Advanced search
1 file | 793.52 KB

Orienting versus inhibition in the concealed information test: different cognitive processes drive different physiological measures

(2016) PSYCHOPHYSIOLOGY. 53(4). p.579-590
Author
Organization
Abstract
The Concealed Information Test (CIT) provides a valid tool for psychophysiological detection of concealed knowledge. However, its precise theoretical underpinnings remain a matter of debate. The differential physiological responses elicited by concealed, relevant items, relative to control items, were traditionally explained as reflecting an orienting response (OR). According to an alternative account, these responses reflect attempts to inhibit arousal. The present study examined whether and to what extent CIT detection efficiency is affected by instructions aimed at manipulating arousal inhibition (AI). One hundred and forty-eight undergraduate students completed a CIT, while electrodermal, cardiac, and respiratory measures were recorded. Half of the participants were requested to imagine that they are suspected of committing a crime and were motivated to avoid detection (presumably eliciting both OR and AI), while the other half were requested to imagine that they are witnesses of a crime and were motivated to be detected (presumably eliciting OR only). All participants were further requested to remain silent throughout the test. In both conditions, concealed items led to a similar increase in skin conductance as compared to the control items. However, the typically observed heart rate deceleration and respiratory suppression were found in suspects, but not in witnesses. These data imply that different mechanisms drive the responding of different psychophysiological measures used in the CIT, with skin conductance reflecting OR, and heart rate and respiration primarily reflecting AI.
Keywords
skin conductance response (SCR), arousal inhibition (AI), respiration line length (RLL), heart rate (HR), CONDUCTANCE, Concealed Information Test (CIT), orienting response (OR), FUNCTIONAL MAGNETIC-RESONANCE, GALVANIC SKIN-RESPONSE, HEART-RATE, PSYCHOPHYSIOLOGICAL DETECTION, DECEPTION DETECTION, VOLUNTARY CONTROL, MEMORY DETECTION, PSYCHOLOGICAL STRESS EVALUATOR, GUILTY KNOWLEDGE TEST

Downloads

  • Selle Verschuere2016 Psychophysiology.pdf
    • full text
    • |
    • open access
    • |
    • PDF
    • |
    • 793.52 KB

Citation

Please use this url to cite or link to this publication:

Chicago
Selle, NK, Bruno Verschuere, M Kindt, E Meijer, and G Ben-Shakhara. 2016. “Orienting Versus Inhibition in the Concealed Information Test: Different Cognitive Processes Drive Different Physiological Measures.” Psychophysiology 53 (4): 579–590.
APA
Selle, N., Verschuere, B., Kindt, M., Meijer, E., & Ben-Shakhara, G. (2016). Orienting versus inhibition in the concealed information test: different cognitive processes drive different physiological measures. PSYCHOPHYSIOLOGY, 53(4), 579–590.
Vancouver
1.
Selle N, Verschuere B, Kindt M, Meijer E, Ben-Shakhara G. Orienting versus inhibition in the concealed information test: different cognitive processes drive different physiological measures. PSYCHOPHYSIOLOGY. HOBOKEN: WILEY-BLACKWELL; 2016;53(4):579–90.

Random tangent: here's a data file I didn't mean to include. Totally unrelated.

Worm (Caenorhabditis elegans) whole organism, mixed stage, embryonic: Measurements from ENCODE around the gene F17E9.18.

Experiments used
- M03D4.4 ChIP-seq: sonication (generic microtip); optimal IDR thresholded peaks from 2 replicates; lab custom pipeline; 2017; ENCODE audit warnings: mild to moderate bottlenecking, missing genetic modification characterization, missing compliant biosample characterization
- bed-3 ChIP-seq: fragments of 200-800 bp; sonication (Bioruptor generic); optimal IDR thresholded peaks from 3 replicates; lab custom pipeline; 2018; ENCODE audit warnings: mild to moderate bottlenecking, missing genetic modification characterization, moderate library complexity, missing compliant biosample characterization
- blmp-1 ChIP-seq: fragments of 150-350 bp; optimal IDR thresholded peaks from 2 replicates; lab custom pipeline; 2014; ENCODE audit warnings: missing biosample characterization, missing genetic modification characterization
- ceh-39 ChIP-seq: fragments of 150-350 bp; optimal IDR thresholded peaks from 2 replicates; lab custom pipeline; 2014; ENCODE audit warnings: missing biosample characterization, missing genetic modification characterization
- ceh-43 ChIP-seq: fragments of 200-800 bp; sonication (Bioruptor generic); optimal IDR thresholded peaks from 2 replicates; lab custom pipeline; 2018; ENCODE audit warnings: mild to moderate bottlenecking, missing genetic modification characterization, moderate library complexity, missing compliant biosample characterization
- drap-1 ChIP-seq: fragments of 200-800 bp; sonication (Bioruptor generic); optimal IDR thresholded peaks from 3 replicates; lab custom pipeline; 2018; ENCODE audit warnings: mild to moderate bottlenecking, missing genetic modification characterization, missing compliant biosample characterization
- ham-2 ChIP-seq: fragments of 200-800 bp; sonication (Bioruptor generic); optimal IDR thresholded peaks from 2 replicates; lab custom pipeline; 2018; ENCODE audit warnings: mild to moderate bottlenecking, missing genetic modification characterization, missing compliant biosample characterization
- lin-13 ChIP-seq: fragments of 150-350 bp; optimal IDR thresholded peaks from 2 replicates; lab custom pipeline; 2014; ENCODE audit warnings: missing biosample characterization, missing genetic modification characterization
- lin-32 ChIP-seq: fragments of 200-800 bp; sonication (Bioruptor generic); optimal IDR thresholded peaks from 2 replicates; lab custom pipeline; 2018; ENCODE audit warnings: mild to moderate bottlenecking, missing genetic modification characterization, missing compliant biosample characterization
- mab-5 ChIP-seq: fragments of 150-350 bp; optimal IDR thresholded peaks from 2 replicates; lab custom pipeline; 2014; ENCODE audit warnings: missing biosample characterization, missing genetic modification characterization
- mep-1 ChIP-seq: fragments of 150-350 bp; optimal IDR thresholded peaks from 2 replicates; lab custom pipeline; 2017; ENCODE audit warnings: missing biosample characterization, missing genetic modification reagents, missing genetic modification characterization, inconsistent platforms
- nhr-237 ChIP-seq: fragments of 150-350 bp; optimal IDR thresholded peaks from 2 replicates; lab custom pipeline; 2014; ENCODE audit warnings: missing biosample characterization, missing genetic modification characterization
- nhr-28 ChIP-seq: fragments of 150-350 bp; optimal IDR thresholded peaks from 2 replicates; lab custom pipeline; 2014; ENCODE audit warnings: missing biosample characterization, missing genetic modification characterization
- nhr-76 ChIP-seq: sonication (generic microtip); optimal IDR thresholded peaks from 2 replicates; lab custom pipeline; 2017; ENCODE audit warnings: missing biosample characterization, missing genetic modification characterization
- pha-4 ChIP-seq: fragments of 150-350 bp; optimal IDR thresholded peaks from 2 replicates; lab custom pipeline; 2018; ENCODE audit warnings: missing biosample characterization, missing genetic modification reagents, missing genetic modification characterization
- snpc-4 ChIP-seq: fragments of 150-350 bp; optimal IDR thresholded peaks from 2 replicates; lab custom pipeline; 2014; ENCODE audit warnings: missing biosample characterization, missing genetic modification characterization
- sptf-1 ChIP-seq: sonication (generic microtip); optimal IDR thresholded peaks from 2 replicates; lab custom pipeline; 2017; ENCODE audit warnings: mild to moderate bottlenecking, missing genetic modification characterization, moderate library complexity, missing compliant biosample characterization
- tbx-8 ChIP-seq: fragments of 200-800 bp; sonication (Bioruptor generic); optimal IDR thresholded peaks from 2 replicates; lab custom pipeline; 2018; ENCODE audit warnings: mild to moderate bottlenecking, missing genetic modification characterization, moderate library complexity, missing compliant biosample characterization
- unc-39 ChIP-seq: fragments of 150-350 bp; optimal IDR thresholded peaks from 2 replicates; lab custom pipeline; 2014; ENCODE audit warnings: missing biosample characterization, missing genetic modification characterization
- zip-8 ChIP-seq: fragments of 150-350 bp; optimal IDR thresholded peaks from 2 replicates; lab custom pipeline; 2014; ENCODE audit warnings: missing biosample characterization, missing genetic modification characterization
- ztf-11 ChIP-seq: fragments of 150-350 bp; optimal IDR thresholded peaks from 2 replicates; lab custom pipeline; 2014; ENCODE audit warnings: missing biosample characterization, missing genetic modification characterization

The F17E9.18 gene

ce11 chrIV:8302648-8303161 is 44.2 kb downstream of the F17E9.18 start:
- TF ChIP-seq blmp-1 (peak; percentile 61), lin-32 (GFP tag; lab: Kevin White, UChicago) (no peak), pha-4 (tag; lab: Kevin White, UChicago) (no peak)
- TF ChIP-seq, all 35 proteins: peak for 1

MLA
Selle, NK, Bruno Verschuere, M Kindt, et al. “Orienting Versus Inhibition in the Concealed Information Test: Different Cognitive Processes Drive Different Physiological Measures.” PSYCHOPHYSIOLOGY 53.4 (2016): 579–590. Print.
@article{7283932,
  abstract     = {The Concealed Information Test (CIT) provides a valid tool for psychophysiological detection of concealed knowledge. However, its precise theoretical underpinnings remain a matter of debate. The differential physiological responses elicited by concealed, relevant items, relative to control items, were traditionally explained as reflecting an orienting response (OR). According to an alternative account, these responses reflect attempts to inhibit arousal. The present study examined whether and to what extent CIT detection efficiency is affected by instructions aimed at manipulating arousal inhibition (AI). One hundred and forty-eight undergraduate students completed a CIT, while electrodermal, cardiac, and respiratory measures were recorded. Half of the participants were requested to imagine that they are suspected of committing a crime and were motivated to avoid detection (presumably eliciting both OR and AI), while the other half were requested to imagine that they are witnesses of a crime and were motivated to be detected (presumably eliciting OR only). All participants were further requested to remain silent throughout the test. In both conditions, concealed items led to a similar increase in skin conductance as compared to the control items. However, the typically observed heart rate deceleration and respiratory suppression were found in suspects, but not in witnesses. These data imply that different mechanisms drive the responding of different psychophysiological measures used in the CIT, with skin conductance reflecting OR, and heart rate and respiration primarily reflecting AI.},
  author       = {Selle, NK and Verschuere, Bruno and Kindt, M and Meijer, E and Ben-Shakhara, G},
  issn         = {0048-5772},
  journal      = {PSYCHOPHYSIOLOGY},
  language     = {eng},
  number       = {4},
  pages        = {579--590},
  publisher    = {WILEY-BLACKWELL},
  title        = {Orienting versus inhibition in the concealed information test: different cognitive processes drive different physiological measures},
  url          = {http://dx.doi.org/10.1111/psyp.12583},
  volume       = {53},
  year         = {2016},
}

Altmetric
View in Altmetric
Web of Science
Times cited: